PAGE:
Retinoblastoma occurs most often in children 5 years old and younger. It rarely occurs in adults. Between 200 and 300 children are diagnosed with retinoblastoma each year, affecting one in every 20,000 newborns. About 40 percent of all cases of retinoblastoma are inherited, meaning the cancer is passed on from parent to child. Retinoblastoma occurs about 75 percent of the time in one eye, and 25 percent of the time in both eyes.
Stages of retinoblastoma include:
Our eyes begin to develop very early in the womb. Rapidly growing cells in the eye, called retinoblasts, will eventually mature and form the retina. Sometimes, these specialized cells do not stop reproducing and form a tumor on the retina. These tumors might continue to grow, filling almost the entire vitreous humor (the jelly-like substances that fills the eyeball), but also break off and spread to other parts of the eye, and eventually outside to lymph nodes and other organs.
Symptoms of retinoblastoma include:
An eye exam and imaging test given by an ophthalmologist (an eye doctor) can diagnose the condition.
If retinoblastoma is suspected, the child is usually referred to an ophthalmologist with interest and expertise in this condition. The ophthalmologist will need to examine the eye using special equipment to see the retina. Other tests might be conducted to determine the stage of the retinoblastoma, or how far it has spread. These tests, often coordinated by a collaborating pediatric oncologist, may include ultrasound, MRI scans, CT scans, bone scans, spinal tap, and bone marrow tests.
Because it is usually found before it spreads outside of the sclera (white of the eye), retinoblastoma is highly curable, and there are many types of treatment that can also save eyesight. Treatments are selected based on the stage of cancer at the time of diagnosis. Options include:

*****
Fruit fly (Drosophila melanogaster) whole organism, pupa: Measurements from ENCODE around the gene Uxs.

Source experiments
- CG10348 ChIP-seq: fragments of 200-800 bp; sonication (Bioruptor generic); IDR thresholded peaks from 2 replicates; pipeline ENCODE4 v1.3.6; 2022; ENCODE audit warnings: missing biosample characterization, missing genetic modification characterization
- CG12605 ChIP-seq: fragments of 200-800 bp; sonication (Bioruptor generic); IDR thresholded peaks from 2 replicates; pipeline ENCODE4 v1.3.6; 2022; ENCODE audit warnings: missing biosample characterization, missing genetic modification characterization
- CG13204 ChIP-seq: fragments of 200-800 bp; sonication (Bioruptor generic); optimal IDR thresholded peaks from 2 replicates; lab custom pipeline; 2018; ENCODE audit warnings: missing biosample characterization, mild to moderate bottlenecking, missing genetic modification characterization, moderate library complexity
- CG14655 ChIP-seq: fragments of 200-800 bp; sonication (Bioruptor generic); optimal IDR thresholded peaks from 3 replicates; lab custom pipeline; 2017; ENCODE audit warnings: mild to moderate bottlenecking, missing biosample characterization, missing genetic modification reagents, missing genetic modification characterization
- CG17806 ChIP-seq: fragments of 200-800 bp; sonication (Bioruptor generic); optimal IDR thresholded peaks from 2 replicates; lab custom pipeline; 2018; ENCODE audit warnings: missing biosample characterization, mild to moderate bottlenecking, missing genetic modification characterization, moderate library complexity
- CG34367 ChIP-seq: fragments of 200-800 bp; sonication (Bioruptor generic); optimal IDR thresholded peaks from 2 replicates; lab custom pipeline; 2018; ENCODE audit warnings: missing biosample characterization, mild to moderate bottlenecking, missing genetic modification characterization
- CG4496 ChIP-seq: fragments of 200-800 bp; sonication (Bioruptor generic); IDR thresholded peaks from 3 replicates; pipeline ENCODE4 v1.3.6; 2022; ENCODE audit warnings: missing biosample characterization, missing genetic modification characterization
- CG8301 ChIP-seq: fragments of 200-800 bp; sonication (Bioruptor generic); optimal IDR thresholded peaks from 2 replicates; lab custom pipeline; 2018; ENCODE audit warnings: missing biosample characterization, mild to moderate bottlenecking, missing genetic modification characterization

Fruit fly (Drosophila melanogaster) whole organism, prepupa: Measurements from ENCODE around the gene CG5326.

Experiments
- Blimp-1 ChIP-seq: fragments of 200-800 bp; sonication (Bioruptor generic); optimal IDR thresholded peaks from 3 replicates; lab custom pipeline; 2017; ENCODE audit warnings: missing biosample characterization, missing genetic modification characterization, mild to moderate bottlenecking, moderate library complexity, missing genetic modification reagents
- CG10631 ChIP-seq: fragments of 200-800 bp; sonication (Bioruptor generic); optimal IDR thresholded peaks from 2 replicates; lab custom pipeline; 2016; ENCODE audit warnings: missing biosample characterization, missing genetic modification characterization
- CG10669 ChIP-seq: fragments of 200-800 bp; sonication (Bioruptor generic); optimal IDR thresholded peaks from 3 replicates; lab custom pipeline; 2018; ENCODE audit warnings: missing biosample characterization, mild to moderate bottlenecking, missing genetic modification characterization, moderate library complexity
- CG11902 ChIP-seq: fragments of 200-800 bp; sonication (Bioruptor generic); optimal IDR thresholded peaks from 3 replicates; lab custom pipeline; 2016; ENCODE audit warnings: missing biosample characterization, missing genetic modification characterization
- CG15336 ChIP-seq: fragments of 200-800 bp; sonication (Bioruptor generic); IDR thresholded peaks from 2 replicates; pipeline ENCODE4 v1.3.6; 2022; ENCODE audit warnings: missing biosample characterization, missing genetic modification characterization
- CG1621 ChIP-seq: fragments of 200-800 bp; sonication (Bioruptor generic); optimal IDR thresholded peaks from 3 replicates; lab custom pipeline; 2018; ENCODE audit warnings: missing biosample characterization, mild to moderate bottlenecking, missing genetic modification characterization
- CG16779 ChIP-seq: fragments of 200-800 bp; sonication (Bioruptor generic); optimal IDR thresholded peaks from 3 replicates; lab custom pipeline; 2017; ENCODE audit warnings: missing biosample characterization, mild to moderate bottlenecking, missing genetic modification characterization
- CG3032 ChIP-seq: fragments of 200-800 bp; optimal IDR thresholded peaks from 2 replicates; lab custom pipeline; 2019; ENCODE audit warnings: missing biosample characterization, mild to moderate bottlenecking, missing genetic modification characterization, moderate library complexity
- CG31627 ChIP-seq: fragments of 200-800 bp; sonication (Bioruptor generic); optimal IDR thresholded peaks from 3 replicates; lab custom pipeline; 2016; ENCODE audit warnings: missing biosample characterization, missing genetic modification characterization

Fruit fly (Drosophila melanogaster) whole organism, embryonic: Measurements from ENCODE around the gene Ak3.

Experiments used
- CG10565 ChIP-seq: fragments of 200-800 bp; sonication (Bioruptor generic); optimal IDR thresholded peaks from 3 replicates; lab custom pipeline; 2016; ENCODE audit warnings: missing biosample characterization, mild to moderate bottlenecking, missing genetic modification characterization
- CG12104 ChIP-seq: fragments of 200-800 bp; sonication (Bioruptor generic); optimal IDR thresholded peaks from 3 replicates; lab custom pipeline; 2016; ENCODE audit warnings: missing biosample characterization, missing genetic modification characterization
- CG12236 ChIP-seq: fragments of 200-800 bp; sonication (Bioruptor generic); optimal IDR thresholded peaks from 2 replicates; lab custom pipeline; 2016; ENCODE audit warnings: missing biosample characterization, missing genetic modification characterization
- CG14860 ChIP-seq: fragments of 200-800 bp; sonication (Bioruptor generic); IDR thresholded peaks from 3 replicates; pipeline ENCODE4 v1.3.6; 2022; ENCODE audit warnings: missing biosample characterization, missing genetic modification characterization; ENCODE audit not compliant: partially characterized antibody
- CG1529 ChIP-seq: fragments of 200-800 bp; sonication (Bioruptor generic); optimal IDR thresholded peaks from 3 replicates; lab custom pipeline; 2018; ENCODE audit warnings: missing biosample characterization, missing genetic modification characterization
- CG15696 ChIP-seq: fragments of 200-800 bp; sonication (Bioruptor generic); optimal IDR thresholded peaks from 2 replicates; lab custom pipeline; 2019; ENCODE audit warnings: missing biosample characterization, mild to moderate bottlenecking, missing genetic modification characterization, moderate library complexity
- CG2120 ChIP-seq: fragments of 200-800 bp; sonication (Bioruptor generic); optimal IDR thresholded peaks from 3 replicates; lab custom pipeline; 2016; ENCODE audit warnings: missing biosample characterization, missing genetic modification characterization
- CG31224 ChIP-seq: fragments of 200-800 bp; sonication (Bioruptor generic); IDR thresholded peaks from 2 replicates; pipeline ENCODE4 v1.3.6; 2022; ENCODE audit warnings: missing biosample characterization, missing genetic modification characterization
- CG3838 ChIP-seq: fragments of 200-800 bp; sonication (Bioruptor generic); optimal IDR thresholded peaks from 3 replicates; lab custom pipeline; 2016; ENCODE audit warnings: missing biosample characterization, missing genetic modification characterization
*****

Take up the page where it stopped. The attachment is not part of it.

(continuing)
Because heredity and age play such large roles in retinoblastoma, the best way to prevent vision loss is through early detection. All babies with a family history of retinoblastoma should have a general eye exam at birth and then again as directed by the consulting specialists. A doctor will be able to detect any serious congenital (present at birth) problems or the appearance of retinal tumors.
The chance that a parent with heritable (genetic) retinoblastoma will pass on to his or her child the DNA mutation that causes this cancer is 1 in 2. Sophisticated testing in some situations can be used to determine if this mutation is present.
For adults, prevention of avoidable vision loss is assisted by getting a thorough regular eye examination at least once a year, and more often — as recommended by your ophthalmologist — if you have a personal or family history of eye disorders or diabetes.
More than 90 percent of children will survive more than five years after being diagnosed with retinoblastoma. After eye-saving treatment, the amount of vision that is left in the affected eye is highly variable, depending on the size and location of the tumor(s).
Patients with hereditary forms of retinoblastoma are more likely to develop other cancers over time. Therefore, close follow-up after treatment is important for these patients.
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This information is provided by the Cleveland Clinic and is not intended to replace the medical advice of your doctor or healthcare provider. Please consult your healthcare provider for advice about a specific medical condition. This document was last reviewed on: 03/19/2015